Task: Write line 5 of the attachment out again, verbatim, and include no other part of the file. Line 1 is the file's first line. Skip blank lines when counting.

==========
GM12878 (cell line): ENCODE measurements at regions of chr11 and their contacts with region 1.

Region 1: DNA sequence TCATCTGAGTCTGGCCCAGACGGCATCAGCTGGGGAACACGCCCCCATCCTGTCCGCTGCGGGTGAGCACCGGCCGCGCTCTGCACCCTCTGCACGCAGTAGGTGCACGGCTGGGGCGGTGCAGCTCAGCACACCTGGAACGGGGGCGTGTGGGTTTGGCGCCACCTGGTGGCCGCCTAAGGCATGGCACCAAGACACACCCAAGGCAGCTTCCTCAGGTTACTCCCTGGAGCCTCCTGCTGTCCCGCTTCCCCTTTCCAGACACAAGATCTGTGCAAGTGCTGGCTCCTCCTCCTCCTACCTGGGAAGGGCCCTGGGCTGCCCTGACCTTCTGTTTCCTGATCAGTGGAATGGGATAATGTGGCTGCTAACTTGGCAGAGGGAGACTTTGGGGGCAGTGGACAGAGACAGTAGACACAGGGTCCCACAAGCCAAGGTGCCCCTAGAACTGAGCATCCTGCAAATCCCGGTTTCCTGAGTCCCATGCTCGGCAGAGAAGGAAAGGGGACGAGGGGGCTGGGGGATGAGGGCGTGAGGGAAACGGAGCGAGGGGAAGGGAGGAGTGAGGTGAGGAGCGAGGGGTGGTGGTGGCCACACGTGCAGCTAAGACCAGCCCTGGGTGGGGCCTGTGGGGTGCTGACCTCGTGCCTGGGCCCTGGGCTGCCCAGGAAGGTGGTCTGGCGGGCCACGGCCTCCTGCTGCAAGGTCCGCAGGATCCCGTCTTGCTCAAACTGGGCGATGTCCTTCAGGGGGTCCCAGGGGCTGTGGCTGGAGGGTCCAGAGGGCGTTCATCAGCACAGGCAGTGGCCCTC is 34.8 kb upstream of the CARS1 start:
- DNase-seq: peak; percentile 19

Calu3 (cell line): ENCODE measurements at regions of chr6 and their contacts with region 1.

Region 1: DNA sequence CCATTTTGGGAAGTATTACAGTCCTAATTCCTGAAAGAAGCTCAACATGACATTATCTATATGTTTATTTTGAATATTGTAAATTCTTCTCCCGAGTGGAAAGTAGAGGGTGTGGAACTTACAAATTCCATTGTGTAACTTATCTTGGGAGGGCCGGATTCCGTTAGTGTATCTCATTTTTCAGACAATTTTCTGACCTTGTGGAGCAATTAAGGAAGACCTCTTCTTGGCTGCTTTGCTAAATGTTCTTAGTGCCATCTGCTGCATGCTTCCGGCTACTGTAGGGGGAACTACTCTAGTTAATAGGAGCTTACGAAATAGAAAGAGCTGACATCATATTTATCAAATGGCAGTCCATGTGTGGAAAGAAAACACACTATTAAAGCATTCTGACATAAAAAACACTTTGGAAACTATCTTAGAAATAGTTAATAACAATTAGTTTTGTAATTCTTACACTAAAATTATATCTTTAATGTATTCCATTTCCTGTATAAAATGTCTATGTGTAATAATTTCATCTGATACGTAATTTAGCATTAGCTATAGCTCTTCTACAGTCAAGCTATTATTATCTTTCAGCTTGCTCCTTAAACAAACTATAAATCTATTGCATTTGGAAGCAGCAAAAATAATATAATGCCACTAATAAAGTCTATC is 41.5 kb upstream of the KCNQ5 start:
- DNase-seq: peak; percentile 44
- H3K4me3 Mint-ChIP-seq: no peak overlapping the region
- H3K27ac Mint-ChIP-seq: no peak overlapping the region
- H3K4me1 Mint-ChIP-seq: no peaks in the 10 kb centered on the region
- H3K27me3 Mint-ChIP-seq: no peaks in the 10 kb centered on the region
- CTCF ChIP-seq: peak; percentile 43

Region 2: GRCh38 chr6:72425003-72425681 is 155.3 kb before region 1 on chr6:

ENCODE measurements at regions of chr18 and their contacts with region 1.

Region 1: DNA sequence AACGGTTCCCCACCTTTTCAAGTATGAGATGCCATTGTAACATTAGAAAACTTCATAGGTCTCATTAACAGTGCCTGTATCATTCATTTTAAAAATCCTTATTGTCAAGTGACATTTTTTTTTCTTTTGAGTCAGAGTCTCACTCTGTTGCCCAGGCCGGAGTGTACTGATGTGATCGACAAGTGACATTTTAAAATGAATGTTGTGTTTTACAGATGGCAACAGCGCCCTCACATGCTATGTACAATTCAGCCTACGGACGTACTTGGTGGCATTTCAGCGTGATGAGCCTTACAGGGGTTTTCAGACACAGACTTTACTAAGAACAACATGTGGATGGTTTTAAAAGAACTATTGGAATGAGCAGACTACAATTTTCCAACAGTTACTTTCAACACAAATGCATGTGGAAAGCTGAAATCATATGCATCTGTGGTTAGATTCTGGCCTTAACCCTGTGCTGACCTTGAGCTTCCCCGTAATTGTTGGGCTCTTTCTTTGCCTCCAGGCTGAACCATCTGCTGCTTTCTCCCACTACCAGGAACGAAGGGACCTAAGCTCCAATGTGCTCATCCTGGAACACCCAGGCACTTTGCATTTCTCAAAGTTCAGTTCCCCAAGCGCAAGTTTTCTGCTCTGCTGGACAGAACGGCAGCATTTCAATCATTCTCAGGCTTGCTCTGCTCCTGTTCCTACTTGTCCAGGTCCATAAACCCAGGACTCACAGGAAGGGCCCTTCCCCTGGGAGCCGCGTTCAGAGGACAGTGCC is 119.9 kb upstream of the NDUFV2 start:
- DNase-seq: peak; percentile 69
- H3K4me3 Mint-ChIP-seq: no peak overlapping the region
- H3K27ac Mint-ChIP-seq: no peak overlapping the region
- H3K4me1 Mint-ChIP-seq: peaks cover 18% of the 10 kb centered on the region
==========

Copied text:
Region 1: DNA sequence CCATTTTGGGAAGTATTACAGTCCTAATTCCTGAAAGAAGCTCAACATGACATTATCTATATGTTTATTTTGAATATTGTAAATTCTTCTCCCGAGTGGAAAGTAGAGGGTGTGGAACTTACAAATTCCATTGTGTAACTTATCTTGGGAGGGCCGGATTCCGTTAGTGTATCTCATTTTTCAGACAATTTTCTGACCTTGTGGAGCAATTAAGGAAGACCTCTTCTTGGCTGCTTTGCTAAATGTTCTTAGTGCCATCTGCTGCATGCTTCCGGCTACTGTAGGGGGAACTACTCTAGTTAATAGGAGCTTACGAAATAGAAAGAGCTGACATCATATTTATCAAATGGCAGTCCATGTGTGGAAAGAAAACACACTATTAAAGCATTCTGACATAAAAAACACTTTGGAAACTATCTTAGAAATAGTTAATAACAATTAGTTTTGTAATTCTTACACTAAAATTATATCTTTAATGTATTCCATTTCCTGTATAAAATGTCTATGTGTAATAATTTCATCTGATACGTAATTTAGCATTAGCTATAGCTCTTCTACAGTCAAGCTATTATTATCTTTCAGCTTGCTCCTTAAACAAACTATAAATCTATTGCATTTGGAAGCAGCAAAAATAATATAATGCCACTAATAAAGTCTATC is 41.5 kb upstream of the KCNQ5 start: